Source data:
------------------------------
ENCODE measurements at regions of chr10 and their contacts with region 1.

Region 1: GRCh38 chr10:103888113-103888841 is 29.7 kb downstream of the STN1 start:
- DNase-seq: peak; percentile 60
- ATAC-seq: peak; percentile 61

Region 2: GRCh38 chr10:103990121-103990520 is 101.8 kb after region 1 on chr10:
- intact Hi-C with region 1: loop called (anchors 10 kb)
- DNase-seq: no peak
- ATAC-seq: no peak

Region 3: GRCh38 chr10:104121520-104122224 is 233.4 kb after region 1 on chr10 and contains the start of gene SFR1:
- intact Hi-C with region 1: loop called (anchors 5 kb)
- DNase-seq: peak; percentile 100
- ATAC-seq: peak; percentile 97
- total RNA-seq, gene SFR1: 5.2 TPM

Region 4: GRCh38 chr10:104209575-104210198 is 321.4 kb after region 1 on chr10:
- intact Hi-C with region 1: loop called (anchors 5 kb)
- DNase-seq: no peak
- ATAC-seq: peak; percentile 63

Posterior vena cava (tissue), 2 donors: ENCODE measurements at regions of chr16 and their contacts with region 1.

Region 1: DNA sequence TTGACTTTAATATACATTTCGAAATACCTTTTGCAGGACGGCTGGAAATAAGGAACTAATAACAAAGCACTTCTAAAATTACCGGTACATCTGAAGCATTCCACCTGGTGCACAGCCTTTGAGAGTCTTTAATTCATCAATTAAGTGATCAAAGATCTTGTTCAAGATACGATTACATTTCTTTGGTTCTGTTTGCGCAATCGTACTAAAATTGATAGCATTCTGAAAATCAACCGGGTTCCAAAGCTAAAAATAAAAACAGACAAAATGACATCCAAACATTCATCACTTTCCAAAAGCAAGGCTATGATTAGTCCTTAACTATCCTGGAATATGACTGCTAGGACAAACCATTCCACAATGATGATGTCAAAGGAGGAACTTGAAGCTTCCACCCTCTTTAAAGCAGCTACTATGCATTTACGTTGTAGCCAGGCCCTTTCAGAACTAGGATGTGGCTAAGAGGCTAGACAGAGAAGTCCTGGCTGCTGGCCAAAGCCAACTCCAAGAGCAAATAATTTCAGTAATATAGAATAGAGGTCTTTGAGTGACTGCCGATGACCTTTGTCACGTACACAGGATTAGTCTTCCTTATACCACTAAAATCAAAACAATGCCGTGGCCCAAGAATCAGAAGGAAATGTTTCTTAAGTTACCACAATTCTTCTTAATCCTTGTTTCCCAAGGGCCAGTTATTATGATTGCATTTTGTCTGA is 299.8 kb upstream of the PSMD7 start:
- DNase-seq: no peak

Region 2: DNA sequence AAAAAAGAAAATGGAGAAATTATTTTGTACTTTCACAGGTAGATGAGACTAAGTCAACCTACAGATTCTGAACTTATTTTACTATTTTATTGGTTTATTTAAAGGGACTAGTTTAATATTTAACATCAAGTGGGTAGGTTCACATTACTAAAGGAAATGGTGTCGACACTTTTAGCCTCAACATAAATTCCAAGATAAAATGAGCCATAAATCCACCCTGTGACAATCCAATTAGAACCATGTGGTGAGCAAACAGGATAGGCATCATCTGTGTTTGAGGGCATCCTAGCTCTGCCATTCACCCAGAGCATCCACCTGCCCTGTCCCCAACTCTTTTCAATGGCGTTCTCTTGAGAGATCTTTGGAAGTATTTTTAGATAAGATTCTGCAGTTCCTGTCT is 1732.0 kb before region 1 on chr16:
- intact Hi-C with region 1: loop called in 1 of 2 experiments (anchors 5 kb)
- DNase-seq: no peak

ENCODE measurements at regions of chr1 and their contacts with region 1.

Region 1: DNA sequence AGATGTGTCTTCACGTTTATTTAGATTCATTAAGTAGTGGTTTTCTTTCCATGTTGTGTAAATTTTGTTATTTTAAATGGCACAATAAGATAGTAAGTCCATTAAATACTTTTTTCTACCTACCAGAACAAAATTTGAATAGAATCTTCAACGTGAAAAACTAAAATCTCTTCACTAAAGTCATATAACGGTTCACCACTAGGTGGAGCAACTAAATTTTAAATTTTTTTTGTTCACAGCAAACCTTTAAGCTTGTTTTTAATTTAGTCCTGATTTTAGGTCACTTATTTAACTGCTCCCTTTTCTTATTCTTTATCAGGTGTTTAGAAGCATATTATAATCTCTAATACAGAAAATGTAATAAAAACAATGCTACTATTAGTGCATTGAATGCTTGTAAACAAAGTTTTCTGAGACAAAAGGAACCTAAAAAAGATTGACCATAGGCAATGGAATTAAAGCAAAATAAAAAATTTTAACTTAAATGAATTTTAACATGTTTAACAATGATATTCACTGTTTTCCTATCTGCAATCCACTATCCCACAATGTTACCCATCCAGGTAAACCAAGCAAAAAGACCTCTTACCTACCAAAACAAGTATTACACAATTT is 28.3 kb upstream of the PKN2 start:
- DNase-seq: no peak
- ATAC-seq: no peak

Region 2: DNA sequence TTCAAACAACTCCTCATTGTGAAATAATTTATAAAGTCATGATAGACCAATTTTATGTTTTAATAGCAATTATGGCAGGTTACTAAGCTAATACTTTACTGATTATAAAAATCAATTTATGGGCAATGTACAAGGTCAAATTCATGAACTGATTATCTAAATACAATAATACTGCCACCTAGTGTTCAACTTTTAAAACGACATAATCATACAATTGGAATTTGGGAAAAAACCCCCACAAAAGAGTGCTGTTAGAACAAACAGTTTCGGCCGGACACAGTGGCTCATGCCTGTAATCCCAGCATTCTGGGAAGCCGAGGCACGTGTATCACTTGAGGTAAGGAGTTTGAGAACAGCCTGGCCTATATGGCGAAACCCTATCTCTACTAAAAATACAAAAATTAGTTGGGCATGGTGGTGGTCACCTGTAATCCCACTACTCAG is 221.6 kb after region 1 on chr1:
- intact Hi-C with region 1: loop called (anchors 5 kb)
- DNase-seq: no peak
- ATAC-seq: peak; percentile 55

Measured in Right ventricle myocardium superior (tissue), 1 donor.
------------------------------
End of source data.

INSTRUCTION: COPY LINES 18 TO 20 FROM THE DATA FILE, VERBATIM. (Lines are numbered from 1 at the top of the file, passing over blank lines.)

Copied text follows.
Posterior vena cava (tissue), 2 donors: ENCODE measurements at regions of chr16 and their contacts with region 1.

Region 1: DNA sequence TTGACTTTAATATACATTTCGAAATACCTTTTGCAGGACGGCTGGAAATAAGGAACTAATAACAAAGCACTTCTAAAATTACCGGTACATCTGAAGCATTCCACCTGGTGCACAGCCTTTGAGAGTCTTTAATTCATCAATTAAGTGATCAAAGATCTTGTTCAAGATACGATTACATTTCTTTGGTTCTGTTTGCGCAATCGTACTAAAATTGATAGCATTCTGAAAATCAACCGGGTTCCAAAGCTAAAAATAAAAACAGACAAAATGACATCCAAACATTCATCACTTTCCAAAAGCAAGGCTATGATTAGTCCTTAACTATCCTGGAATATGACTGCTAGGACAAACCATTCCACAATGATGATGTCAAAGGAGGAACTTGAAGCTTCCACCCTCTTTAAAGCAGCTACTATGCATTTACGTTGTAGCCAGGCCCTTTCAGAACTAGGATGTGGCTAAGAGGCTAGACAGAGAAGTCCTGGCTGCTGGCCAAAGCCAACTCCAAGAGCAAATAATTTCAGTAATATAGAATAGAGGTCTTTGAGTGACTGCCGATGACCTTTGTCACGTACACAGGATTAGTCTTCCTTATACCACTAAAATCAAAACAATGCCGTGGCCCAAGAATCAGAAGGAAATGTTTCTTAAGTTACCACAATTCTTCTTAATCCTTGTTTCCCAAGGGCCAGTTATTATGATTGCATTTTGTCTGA is 299.8 kb upstream of the PSMD7 start:
- DNase-seq: no peak